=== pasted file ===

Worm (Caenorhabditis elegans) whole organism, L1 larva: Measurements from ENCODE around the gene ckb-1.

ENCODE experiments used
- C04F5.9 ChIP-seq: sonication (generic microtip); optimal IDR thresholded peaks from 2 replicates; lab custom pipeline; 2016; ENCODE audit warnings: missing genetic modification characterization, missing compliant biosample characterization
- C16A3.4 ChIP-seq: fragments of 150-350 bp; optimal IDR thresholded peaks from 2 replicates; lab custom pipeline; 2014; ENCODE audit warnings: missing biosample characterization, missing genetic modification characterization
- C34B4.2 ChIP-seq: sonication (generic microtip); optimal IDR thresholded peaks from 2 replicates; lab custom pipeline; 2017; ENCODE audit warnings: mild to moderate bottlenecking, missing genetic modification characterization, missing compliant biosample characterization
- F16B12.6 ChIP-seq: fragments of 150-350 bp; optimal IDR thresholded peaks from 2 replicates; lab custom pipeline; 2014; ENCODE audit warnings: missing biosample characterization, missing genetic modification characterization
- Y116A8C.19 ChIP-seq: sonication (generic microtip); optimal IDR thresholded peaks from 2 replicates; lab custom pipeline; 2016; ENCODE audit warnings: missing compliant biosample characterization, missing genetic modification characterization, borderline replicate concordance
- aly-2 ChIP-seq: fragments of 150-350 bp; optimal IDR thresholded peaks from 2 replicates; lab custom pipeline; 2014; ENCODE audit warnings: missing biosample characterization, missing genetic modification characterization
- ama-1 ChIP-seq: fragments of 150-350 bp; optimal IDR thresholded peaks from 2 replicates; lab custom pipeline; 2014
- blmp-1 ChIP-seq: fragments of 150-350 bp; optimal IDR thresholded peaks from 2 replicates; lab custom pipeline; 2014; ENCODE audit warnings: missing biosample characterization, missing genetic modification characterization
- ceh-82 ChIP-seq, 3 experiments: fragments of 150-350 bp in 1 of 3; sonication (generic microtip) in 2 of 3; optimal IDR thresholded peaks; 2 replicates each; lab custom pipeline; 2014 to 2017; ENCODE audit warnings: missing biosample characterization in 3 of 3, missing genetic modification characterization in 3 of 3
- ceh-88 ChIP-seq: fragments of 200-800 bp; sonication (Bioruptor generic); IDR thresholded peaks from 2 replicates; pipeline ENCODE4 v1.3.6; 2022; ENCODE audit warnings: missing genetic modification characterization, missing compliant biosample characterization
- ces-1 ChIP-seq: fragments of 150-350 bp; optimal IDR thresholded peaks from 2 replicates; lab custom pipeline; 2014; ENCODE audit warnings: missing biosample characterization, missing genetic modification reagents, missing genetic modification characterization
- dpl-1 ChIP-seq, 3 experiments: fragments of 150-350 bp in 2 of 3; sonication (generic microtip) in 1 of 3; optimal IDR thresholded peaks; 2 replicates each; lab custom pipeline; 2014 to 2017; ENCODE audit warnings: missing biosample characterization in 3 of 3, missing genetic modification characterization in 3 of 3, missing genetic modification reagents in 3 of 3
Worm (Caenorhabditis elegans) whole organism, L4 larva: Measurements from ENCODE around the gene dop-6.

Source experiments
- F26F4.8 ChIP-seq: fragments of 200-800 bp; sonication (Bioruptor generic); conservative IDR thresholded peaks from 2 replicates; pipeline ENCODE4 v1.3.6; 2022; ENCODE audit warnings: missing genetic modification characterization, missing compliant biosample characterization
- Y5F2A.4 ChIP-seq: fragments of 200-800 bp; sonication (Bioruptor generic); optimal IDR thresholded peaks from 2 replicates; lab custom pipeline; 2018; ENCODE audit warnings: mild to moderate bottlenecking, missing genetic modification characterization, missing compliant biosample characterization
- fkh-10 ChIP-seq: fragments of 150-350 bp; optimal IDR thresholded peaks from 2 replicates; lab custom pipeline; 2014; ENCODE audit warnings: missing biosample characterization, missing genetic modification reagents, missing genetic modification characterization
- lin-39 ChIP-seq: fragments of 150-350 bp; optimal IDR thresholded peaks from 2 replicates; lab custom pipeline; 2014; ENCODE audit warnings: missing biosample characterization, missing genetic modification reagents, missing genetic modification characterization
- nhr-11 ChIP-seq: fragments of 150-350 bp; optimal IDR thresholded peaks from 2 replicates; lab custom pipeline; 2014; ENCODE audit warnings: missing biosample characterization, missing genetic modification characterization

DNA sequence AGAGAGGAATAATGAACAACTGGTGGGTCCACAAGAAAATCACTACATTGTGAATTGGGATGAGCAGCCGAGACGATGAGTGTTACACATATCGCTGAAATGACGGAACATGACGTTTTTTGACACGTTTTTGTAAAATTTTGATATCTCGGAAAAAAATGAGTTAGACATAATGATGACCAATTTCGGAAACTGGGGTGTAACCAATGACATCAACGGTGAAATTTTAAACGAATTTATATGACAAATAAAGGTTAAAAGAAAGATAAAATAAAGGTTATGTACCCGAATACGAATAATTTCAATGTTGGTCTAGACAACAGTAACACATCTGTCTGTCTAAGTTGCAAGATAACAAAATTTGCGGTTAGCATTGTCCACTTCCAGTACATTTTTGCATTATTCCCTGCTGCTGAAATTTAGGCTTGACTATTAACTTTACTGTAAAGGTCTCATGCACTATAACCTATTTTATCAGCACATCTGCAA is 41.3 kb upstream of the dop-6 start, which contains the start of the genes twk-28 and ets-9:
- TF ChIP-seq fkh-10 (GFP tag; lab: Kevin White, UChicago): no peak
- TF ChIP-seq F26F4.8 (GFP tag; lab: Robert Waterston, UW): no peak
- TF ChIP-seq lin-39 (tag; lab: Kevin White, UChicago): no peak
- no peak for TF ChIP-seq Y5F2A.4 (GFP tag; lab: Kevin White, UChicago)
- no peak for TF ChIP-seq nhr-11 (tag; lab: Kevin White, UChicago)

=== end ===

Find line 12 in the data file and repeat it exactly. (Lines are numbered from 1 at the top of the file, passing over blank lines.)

- ceh-88 ChIP-seq: fragments of 200-800 bp; sonication (Bioruptor generic); IDR thresholded peaks from 2 replicates; pipeline ENCODE4 v1.3.6; 2022; ENCODE audit warnings: missing genetic modification characterization, missing compliant biosample characterization